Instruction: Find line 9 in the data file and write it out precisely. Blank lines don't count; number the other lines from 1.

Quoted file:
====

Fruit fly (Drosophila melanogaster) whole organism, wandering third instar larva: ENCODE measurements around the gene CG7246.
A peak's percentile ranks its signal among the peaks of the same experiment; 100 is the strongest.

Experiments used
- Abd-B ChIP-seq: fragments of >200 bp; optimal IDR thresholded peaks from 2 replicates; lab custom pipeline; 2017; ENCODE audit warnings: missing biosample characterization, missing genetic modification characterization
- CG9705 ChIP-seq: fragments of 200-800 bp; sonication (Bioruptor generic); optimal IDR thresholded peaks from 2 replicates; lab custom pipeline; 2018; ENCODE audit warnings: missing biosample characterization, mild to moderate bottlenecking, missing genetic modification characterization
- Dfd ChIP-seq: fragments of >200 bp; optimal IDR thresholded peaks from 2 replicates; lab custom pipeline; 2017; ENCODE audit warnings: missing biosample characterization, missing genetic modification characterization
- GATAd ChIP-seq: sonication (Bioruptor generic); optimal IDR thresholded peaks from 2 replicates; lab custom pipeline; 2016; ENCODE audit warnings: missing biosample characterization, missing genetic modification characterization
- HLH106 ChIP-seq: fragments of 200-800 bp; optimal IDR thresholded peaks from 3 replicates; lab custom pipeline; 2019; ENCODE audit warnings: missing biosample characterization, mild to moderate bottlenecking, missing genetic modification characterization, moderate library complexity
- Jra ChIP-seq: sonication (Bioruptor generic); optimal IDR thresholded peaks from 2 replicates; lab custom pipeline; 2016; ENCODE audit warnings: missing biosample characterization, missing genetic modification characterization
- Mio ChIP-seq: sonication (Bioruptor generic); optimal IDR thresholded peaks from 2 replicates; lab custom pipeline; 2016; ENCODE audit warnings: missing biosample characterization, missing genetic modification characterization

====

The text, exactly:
- Jra ChIP-seq: sonication (Bioruptor generic); optimal IDR thresholded peaks from 2 replicates; lab custom pipeline; 2016; ENCODE audit warnings: missing biosample characterization, missing genetic modification characterization